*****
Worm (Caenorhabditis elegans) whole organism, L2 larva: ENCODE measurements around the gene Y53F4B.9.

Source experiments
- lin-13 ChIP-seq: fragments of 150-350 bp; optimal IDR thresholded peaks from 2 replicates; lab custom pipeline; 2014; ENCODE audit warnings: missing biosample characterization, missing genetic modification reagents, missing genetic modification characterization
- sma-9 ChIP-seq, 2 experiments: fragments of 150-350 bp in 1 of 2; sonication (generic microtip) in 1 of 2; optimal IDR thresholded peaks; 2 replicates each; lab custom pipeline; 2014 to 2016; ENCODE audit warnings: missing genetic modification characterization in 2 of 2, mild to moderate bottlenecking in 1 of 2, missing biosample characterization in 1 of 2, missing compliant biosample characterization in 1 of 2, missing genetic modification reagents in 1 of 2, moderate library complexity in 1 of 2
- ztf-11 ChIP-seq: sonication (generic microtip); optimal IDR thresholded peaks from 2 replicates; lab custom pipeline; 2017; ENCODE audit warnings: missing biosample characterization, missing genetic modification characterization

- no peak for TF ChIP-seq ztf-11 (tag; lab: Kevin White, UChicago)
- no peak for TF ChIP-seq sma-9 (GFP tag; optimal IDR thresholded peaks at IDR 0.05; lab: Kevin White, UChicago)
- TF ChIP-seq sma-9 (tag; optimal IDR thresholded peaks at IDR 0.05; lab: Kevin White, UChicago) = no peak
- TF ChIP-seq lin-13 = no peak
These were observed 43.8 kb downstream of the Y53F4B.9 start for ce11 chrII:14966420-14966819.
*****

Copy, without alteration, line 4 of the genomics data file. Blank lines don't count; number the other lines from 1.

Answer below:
- sma-9 ChIP-seq, 2 experiments: fragments of 150-350 bp in 1 of 2; sonication (generic microtip) in 1 of 2; optimal IDR thresholded peaks; 2 replicates each; lab custom pipeline; 2014 to 2016; ENCODE audit warnings: missing genetic modification characterization in 2 of 2, mild to moderate bottlenecking in 1 of 2, missing biosample characterization in 1 of 2, missing compliant biosample characterization in 1 of 2, missing genetic modification reagents in 1 of 2, moderate library complexity in 1 of 2